The Deforestation Epidemic

Deforestation is the cutting, clearing and removal of natural forest. Between 1990 and 2016 the world lost 502,000 square miles of forest as a result of deforestation, an area larger than South Africa.

Despite the impeding issues of climate change and biodiversity loss, deforestation rates have not slowed in recent years. In the past 15 years, tropical forest cover loss has doubled2. Deforestation is not an insignificant issue, it is one we must explore. Trees inevitably hold the answers too many of our global environmental issues. This post will therefore explain the causes of deforestation, why deforestation matters and the benefits of sustainable forestry.

Causes of deforestation:

More than half of global deforestation is caused by agriculture, grazing livestock, drilling and mining1. The production of palm oil, wildfires and urbanisation are further offenders of deforestation.

As shown, the causes of deforestation vary with place. Deforestation in Canada for example, is largely attributed by agriculture, also oil and gas extraction. In comparison, 70% of deforestation in the Congo is caused by deforestation for plantations.

https://paperpackagingcanada.org/2019/10/15/setting-the-record-straight-on-deforestation-in-canada/
WRI 2019 – https://rainforests.mongabay.com/deforestation/
  • Mining – Rising demand and prices of materials encourages mining in tropical forests. Mining requires large infrastructure such as transport networks and power supplies.
  • Logging – Wood-based industries such as paper and furniture require a copious amount of trees. 640 million trees are logged a year to produce paper products.3 Illegal logging is also a pervasive issue in forests and difficult to account for in statistics.
  • Overpopulation – Means that we require more land for urban development. Larger populations also require more land for food production and farmland for livestock, leading to further deforestation.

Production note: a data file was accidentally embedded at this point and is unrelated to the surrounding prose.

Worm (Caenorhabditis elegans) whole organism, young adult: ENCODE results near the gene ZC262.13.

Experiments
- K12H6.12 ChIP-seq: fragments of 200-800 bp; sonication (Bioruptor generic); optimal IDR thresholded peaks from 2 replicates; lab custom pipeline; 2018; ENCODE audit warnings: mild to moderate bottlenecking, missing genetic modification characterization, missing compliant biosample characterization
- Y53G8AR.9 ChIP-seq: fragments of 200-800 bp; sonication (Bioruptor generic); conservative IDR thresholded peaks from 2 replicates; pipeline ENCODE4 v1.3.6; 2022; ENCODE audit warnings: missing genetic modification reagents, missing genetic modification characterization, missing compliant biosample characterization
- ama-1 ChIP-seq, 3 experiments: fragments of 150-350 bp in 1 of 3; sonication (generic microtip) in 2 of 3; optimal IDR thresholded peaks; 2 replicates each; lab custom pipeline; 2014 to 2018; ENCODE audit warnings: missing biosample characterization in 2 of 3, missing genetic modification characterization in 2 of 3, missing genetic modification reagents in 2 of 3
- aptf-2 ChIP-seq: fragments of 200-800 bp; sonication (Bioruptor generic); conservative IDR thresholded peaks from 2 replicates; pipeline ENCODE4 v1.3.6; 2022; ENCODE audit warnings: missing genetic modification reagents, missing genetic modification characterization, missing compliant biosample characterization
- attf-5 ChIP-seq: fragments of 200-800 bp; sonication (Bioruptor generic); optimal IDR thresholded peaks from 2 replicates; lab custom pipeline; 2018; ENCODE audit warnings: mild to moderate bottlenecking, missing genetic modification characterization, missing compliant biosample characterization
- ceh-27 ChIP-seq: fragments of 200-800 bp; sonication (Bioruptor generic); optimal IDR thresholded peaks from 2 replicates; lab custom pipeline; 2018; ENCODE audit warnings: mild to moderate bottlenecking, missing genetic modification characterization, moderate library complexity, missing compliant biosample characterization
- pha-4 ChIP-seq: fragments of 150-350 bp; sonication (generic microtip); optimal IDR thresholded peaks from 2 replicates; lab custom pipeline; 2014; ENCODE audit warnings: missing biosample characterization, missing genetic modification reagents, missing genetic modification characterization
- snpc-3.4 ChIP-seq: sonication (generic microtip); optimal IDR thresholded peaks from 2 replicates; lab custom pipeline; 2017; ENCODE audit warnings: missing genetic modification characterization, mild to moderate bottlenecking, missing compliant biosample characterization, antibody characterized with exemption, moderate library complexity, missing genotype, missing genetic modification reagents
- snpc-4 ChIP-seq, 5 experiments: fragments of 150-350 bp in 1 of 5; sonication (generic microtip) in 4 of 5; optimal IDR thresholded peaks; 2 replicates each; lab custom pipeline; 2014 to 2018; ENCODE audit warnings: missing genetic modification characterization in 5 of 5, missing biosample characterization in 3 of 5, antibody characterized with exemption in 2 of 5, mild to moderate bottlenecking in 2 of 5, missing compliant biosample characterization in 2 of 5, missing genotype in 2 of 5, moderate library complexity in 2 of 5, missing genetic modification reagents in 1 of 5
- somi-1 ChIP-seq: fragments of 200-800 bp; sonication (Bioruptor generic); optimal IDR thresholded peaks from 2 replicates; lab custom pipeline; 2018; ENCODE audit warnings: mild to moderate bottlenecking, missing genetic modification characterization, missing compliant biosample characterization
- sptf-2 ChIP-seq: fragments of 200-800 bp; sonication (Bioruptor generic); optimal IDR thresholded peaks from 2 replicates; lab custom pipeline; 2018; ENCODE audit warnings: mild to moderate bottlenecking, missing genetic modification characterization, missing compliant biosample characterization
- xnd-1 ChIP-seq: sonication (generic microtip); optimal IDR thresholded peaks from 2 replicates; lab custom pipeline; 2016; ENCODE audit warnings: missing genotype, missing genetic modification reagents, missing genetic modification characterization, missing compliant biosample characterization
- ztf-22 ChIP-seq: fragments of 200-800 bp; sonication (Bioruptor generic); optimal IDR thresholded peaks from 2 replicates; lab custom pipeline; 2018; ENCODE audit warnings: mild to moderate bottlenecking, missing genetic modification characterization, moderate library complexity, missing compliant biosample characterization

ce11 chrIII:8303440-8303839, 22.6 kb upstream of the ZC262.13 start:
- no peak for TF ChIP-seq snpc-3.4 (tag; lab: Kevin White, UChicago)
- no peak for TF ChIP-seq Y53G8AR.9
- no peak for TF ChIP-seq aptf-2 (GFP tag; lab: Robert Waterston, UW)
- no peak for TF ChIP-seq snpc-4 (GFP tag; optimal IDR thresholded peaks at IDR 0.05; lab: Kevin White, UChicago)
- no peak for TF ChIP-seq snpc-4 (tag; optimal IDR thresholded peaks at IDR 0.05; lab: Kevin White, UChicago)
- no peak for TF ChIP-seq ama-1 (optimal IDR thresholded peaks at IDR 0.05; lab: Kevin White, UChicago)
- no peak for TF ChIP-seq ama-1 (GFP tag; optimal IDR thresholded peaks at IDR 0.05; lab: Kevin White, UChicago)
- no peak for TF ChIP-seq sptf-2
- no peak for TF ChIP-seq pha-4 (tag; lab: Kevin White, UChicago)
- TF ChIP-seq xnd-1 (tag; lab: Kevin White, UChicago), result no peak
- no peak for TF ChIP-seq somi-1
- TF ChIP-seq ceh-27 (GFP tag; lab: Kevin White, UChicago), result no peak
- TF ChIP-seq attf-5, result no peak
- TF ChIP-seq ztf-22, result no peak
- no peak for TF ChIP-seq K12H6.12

• Agriculture and Livestock Ranching – Drives 80% of all tropical deforestation. As the global demand for meat products rise, so does the amount of space needed to produce livestock for meat. Millions of acres are cleared each year to make room to grow feed crops and for grazing pastures. Livestock operations occupy 45% of land globally4.
  • Fires – Fires are set quickly and efficiently to clear space for livestock and crops. These intentional fires are known as ‘slash-and-burn’. In Brazil alone over 70,000 slash-and-burn fires were set in 2019, double that of 20184.
  • Palm Oil – Ubiquitous in 50% of packaged supermarket products, this one oil accounts for 5% of tropical deforestation5. SouthEast Asia has seen the most destruction from palm oil – loosing 45% of forested areas between 1989 and 2016 to palm production6.

Changes in forest cover over the last decade:

https://www.wri.org/blog/2020/06/global-tree-cover-loss-data-2019
  • Data from 2019 shows tropical primary forest cover average at a loss of 4.2 million hectares per year. 2016 was a particularly radical year, loosing 6.1 million hectares per year. This data reflects areas of mature rainforest particularly important for carbon storage and biodiversity.